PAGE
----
Standard Chartered offers online tools that teach skills that are vital to becoming a successful businessperson.
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Female entrepreneurs now represent nearly half of new businesses in developing markets, according to Standard Chartered. But despite the numbers, few resources are targeted to the needs and challenges faced by this growing demographic.
A new Arabic version of the Women in Business Resource Centre has launched to help fill this void.
Standard Chartered's latest online tool is designed to educate aspiring entrepreneurs through educational and interactive elements, including modules and exercises on planning, leadership skills and finances.
"Women rarely have access to advice that has been targeted to their particular needs," says Joanna Fielding, the chief financial officer of Standard Chartered Bank's western division and chair of the Group Women's Council, an organisation formed by the bank in 2007 to encourage gender diversity.
"Our resource centre offers practical information as well as tools that have been specifically designed for women entrepreneurs, around topics such as influence and negotiation, marketing to female customers and the right reasons for scaling up one's business."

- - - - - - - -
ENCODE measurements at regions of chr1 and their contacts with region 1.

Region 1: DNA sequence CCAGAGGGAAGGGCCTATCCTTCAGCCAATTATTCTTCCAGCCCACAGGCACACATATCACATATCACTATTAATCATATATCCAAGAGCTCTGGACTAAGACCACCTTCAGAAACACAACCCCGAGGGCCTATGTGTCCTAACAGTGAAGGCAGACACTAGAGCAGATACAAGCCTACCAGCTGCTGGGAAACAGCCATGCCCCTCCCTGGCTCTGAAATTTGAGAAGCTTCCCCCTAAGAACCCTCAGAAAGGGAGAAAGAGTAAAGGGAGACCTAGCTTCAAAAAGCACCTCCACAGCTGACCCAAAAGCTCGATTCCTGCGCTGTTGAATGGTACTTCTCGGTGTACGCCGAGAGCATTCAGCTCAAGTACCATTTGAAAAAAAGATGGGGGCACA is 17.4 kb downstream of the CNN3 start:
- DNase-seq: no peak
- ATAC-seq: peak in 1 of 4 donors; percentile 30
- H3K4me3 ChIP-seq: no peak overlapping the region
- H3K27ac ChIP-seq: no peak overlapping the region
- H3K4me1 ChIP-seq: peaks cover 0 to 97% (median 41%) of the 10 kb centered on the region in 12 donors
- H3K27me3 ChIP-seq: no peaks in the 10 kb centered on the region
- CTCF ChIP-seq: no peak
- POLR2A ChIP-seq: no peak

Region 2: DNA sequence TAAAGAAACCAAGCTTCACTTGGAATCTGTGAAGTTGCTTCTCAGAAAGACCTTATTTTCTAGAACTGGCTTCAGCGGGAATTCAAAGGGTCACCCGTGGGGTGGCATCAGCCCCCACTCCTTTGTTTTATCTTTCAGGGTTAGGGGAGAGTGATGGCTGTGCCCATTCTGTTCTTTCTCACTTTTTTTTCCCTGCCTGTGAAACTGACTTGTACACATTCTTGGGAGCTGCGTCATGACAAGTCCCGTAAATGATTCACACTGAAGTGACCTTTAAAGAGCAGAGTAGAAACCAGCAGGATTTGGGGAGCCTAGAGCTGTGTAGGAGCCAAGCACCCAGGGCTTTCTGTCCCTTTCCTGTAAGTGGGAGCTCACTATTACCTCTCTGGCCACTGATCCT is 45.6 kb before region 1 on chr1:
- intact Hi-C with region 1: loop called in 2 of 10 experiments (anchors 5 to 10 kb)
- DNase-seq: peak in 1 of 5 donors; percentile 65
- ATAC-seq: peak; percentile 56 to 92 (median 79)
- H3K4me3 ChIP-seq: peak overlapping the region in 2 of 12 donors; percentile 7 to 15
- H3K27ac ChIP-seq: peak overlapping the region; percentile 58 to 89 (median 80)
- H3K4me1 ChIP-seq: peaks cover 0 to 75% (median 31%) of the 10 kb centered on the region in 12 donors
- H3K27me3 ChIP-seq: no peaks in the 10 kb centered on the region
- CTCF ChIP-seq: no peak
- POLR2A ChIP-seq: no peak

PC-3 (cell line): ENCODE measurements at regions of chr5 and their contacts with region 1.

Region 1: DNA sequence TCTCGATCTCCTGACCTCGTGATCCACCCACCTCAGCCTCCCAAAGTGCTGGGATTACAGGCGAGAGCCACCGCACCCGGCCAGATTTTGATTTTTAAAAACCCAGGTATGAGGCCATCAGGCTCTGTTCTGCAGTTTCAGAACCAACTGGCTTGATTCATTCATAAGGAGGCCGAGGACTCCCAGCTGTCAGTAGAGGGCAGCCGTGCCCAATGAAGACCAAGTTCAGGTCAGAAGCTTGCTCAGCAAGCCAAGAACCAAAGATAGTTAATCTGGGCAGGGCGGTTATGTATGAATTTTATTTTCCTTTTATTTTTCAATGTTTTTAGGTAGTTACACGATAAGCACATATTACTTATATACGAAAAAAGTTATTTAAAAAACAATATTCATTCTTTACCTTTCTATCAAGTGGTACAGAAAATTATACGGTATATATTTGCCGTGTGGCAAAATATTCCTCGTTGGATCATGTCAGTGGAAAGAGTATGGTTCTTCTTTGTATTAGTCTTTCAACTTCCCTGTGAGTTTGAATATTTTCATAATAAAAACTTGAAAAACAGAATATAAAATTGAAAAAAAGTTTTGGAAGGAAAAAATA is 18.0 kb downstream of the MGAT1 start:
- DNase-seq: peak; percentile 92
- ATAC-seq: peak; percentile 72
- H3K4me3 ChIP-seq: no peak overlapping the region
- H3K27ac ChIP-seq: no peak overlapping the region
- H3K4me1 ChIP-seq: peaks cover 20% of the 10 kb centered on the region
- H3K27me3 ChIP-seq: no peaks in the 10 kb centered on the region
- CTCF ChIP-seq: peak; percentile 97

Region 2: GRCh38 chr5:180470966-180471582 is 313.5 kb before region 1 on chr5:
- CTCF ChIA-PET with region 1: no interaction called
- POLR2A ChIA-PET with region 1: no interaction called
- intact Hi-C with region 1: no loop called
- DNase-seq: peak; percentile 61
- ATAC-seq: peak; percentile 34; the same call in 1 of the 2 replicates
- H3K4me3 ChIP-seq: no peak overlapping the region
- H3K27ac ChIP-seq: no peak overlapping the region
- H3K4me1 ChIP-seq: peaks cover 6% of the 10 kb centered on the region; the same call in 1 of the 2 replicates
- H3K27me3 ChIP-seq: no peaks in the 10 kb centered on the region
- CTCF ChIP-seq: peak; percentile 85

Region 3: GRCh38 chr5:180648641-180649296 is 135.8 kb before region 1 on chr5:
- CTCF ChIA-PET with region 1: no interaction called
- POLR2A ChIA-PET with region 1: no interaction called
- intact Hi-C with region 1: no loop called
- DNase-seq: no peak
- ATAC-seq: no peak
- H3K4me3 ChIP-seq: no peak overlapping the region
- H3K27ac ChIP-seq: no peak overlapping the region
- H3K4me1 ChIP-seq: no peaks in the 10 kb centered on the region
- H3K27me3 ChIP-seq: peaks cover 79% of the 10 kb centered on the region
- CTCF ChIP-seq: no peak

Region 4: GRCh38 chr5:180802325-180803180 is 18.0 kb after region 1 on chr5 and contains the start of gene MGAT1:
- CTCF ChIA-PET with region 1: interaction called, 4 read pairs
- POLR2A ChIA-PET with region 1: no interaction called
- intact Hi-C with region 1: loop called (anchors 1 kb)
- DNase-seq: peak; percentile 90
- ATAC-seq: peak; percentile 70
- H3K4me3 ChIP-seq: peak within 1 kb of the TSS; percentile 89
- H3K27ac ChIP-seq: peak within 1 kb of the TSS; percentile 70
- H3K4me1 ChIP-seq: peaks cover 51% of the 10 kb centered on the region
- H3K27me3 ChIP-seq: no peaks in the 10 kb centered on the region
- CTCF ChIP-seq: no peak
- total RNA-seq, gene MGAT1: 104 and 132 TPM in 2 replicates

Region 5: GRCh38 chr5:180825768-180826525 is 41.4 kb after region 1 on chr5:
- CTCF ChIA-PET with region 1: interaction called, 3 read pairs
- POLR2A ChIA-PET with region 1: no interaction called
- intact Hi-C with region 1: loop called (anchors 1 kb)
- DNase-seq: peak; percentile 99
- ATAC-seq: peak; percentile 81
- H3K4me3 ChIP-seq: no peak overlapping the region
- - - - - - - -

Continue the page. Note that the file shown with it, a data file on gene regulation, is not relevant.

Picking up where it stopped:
Through an interactive platform, the online portal also allows clients to share ideas, business tips and feedback. Employees at Standard Chartered's Business Resource Centre are also available to assist clients, and there are motivational videos available to download.
But the core of the website is a series of modules that cover many of the finer points of business and investing, including reviewing financial statements, analysing balance sheets, controlling cash flow, leadership and marketing to women and targeting female customers.
To access the features, clients must first fill out a registration form. However, you don't need to be a Standard Chartered customer to participate and registration is free.
Deanna Othman, the general manager of premium banking and the head of diversity and inclusion for the bank, says the institution is keen to "champion" female entrepreneurs by providing the right products and services.
"The launch of the Arabic version of the Women in Business Resource Centre reflects our commitment to encourage and develop the skills of women locally, regionally and globally," she says.
In the UAE, of the 2,200 employees at Standard Chartered, she adds that more than 40 per cent are women, working at all levels of management.